Labor Law -- 2010



Granite Rock Co. v. International Brotherhood of Teamsters   (U.S. Supreme Court)

Union contract formation and remedies for breach

After Granite Rock reached an agreement with the union representing one of its facilities, and the workers ratified the agreement, the union sought an additional contract provision that would absolve the international union of any liability for damages arising from its activities at other Granite Rock facilities. The company refused to make the additional concession, and the union went on strike. When Granite Rock sued for breach of the no-strike clause, two issues wound up on appeal to the Supreme Court.

The first involved whether a court or an arbitrator should decide whether there was in fact a valid contract. The NAM filed an amicus brief May 1, 2009, urging the Supreme Court to hear the appeal and apply existing law that federal courts have the authority to determine the existence of a collective bargaining agreement. In its ruling on June 24, 2010, the Court agreed. Whether a collective barganing agreement has been created is an issue to be decided by a court, not an arbitrator, according to the 7-2 majority.

Also at issue in the case was whether there is any remedy under Section 301 of the Labor Management Relations Act against the international union for allegedly interfering in the contractual obligations of the local. The NAM supported review of the Ninth Circuit decision, which said the international union was immune from suit even if it compelled its affiliated union to refuse to honor its previous commitment to Granite Rock. We argued that many unionized employers will face the prospect of internationally sanctioned strikes that violate local bargaining agreements but that cannot be remedied. It is very common for international unions to retain control over the bargaining process even though they do not sign the final agreement, and the Ninth Circuit's narrow interpretation conflicted with other federal court rulings and ignored the realities of the relationship between local unions and their international controllers. On this issue, the Supreme Court ruled unanimously that the Ninth Circuit did not err in rejecting Granite Rocks' request for a remedy under Section 301, but 7 Justices left the door open to such a claim if further proceedings in this case fail to provide relief under a different statute. It is possible that the Court could recognize a claim under Section 301 if no other remedies are available.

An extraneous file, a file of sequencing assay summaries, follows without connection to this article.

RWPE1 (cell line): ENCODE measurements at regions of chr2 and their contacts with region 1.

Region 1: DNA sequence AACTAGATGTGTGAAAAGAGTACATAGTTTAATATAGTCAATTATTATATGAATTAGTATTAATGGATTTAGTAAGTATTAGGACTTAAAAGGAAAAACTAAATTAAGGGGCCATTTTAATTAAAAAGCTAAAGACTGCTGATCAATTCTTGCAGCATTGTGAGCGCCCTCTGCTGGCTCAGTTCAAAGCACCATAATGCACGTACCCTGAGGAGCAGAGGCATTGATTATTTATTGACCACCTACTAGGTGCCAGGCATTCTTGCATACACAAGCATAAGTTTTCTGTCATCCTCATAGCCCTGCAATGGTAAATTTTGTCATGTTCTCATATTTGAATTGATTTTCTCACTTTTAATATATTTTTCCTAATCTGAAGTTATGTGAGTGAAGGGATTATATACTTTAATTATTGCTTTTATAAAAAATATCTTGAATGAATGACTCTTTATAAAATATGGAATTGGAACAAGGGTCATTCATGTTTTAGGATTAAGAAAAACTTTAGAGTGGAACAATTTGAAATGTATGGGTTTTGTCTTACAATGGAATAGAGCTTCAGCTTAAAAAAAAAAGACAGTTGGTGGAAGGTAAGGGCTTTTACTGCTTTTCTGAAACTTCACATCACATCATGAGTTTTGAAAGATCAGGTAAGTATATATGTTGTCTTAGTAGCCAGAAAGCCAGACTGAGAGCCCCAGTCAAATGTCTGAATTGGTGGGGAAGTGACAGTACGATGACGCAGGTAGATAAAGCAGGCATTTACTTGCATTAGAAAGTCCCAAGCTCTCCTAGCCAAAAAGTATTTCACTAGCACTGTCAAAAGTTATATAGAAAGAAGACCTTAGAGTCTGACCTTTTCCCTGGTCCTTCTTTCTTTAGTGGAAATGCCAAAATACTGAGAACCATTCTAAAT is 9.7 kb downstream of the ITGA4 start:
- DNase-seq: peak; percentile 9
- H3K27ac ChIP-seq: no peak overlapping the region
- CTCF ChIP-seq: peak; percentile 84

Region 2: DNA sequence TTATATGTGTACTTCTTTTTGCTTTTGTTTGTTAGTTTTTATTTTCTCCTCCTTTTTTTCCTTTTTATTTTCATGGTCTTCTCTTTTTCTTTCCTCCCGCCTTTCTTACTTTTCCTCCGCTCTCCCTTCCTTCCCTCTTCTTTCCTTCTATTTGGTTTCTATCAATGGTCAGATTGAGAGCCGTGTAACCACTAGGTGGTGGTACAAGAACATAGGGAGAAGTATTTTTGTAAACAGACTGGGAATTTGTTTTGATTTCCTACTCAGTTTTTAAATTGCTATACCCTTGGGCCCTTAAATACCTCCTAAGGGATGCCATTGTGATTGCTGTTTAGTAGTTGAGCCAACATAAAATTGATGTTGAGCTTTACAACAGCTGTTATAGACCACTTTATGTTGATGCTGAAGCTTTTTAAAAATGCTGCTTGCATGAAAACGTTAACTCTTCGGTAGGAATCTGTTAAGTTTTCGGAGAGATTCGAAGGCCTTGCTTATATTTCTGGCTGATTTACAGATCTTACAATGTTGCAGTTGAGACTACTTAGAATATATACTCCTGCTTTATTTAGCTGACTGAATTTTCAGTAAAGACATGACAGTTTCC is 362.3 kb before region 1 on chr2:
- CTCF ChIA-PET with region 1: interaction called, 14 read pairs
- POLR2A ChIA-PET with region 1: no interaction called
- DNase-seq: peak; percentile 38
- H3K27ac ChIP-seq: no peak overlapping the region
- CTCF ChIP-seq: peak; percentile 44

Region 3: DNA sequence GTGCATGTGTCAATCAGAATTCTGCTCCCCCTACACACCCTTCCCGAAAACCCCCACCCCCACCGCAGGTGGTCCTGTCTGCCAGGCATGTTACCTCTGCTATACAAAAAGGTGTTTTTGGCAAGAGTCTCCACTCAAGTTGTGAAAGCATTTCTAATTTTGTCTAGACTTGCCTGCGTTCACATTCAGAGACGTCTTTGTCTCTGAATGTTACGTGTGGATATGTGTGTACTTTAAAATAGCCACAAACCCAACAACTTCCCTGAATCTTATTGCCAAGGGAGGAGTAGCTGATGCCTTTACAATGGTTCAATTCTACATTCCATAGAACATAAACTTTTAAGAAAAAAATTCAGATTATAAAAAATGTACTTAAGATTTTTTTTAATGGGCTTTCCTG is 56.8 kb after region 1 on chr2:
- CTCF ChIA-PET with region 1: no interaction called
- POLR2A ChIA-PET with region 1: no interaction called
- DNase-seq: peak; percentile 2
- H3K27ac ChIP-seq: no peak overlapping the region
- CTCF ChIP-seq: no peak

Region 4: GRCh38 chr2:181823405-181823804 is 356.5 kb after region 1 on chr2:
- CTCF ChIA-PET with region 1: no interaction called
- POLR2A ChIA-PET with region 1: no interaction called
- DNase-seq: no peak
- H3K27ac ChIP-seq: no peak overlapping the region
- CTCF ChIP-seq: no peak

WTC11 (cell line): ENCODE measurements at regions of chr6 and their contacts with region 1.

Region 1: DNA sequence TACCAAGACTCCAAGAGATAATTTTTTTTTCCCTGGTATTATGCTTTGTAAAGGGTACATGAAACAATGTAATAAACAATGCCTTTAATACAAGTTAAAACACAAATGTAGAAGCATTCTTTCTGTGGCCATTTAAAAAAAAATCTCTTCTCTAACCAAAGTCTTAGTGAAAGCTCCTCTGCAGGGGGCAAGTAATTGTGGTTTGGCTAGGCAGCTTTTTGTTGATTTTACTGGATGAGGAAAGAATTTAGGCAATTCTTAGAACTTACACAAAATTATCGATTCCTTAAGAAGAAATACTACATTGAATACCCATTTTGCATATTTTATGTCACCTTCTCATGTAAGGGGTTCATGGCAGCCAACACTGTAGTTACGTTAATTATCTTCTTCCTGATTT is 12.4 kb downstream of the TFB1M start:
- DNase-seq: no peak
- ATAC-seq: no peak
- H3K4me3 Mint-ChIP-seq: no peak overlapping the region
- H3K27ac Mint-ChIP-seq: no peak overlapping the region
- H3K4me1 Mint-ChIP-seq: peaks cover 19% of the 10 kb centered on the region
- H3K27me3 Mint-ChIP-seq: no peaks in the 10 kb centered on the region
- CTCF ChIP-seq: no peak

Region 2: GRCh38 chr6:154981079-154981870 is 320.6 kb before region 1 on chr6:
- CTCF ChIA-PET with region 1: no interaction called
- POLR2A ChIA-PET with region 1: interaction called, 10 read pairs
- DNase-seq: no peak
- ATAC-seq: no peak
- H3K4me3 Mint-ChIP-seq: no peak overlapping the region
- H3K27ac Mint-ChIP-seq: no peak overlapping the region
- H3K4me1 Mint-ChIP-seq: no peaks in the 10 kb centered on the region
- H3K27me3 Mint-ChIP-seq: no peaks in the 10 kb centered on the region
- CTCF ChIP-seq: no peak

Related Documents:
NAM brief on the merits  (September 3, 2009)
NAM brief on the petition  (May 1, 2009)

 


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